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Settlement talks have stalled between the organizers of Comic-Con International and Salt Lake Comic Con, which means the dispute over the “Comic Con” trademark may end up being resolved in federal court.
According to the Deseret News, a judge has given the two parties until the end of the month to schedule pretrial hearings. However, Salt Lake Comic Con co-founder Bryan Brandenburg says a settlement is still possible.
Disney and Deadmau5 have resolved their dispute over his attempt to trademark his signature “mau5head” logo.
Although the terms of their agreement haven’t been made public, an attorney for the superstar DJ/producer (aka Joel Zimmerman) told The Hollywood Reporter, “Disney and Deadmau5 have amicably resolved their dispute.”
According to the website, details of the settlement will likely be included in paperwork filed with the U.S. Patent and Trademark Office.
The shape of LEGO’s world-famous minifigures is protected by trademark, a European Union court ruled today, toppling a three-year challenge by one of the toymaker’s competitors.
The Danish company registered a “three-dimensional trademark” for the minfigures in 2000, after an earlier technical patent had expired. However, England’s Best-Lock, which had prevailed in an earlier patent dispute with LEGO, sought in 2012 to have that trademark revoked, arguing the shape of the toys wasn’t an artistic decision but rather determined by the need to join them “to other interlocking building blocks for play purposes.”
In its first crowdfunding case, the Federal Trade Commission has taken legal action against the developer of a board game who raised more than $122,000 on Kickstarter but failed to deliver a product.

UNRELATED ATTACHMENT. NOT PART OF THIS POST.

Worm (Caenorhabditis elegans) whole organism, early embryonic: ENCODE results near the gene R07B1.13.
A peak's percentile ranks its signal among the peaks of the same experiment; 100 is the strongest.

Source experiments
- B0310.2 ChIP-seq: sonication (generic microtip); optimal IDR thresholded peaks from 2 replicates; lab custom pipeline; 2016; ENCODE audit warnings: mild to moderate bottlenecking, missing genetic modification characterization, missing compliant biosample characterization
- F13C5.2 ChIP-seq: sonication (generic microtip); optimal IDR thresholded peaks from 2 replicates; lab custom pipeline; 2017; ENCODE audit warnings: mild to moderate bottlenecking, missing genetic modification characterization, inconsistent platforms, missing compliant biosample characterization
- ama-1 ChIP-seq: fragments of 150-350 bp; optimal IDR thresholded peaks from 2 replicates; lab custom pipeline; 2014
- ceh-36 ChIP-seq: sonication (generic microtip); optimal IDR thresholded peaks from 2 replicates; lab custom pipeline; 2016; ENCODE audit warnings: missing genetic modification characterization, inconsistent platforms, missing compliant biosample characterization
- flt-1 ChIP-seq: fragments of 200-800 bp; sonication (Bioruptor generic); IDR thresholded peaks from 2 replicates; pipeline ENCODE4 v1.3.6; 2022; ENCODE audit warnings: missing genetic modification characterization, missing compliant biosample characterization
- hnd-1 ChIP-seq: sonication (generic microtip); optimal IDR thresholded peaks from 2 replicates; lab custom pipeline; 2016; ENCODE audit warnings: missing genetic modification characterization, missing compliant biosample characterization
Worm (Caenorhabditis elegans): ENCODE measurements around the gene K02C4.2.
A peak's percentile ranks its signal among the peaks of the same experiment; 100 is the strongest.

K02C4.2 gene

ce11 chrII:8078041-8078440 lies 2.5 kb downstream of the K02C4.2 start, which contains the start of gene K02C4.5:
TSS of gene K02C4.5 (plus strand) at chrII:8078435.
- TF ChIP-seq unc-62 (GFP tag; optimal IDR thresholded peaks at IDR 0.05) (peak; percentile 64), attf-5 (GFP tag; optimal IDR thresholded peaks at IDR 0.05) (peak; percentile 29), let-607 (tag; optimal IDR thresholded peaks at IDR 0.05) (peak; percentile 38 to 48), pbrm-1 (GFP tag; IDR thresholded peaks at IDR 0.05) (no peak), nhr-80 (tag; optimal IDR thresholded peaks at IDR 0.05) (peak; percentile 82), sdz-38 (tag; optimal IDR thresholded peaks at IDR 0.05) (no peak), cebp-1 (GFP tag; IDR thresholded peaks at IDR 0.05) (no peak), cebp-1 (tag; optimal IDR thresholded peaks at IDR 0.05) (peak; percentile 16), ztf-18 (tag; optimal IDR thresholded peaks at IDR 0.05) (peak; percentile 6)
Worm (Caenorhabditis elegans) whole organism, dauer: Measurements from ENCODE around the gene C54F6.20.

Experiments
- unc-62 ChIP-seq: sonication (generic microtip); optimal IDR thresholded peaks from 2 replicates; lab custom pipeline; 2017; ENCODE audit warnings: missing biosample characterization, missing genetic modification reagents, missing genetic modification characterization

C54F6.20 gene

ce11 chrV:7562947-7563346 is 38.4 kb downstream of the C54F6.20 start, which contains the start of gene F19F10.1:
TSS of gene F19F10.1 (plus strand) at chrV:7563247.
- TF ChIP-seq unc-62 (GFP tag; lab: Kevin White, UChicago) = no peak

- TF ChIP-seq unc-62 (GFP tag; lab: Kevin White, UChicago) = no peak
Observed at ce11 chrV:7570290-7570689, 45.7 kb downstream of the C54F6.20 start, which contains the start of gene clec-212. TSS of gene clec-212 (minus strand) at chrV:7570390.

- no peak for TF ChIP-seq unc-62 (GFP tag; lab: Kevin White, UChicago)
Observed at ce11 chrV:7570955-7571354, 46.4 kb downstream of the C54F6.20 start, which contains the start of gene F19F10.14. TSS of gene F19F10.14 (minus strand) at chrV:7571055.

Erik Chevalier of The Forking Path Co. launched a fundraising campaign in 2012 for The Doom That Came to Atlantic City, a lighthearted Lovecraftian board game created independently by industry veterans Lee Moyer and Keith Baker. With pledge incentives that included original art, pewter playing pieces and an afternoon of hosted gaming, the Kickstarter effort rocketed past its original $30,000 goal.
The Shanghai International Film Festival has abruptly canceled a screening of Attack on Titan, which was blacklisted earlier this week by the Chinese government. The move comes just days before the start of the June 13-21 event.
Based on Hajime Isayama’s bestselling post-apocalyptic fantasy series, Attack on Titan is among 38 manga and anime titles banned Monday by the Chinese Ministry of Culture from print or digital distribution for containing “severely improper content.” Other works include Death Note, Black Butler and Claymore.
Attack on Titan, Death Note and Black Butler are on a list of 38 manga and anime the Chinese Ministry of Culture has designated as “severely improper content” and banned from print or digital distribution within the country.
The ministry announced Monday it has shut down eight websites and sanctioned 29 more for carrying comics and anime that either were unlicensed or featured violent content, and it’s threatening to issue warnings and fines to websites that don’t remove the blacklisted titles.
Surprising virtually everyone, a Dutch court has ruled that Moulinsart SA, which fiercely protects Herge’s creations, doesn’t actually own all the rights to Tintin.
Agence France-Presse reports the commercial and copyright arm of the Herge Foundation had sued a small Dutch fan club in 2012, claiming it failed to secure the rights to republish Tintin art in one of its fanzines. However, what might’ve seemed like a fairly straightforward case of copyright versus fair use was turned on its ear when the attorney for the Herge Society fan club produced a 1942 document in which the author signed over Tintin’s publishing rights to his publisher Casterman.
Iranian political cartoonist Atena Farghadani has been sentenced to 12 years in prison after being found guilty of “insulting members of parliament through paintings” and “insulting the Iranian supreme leader.”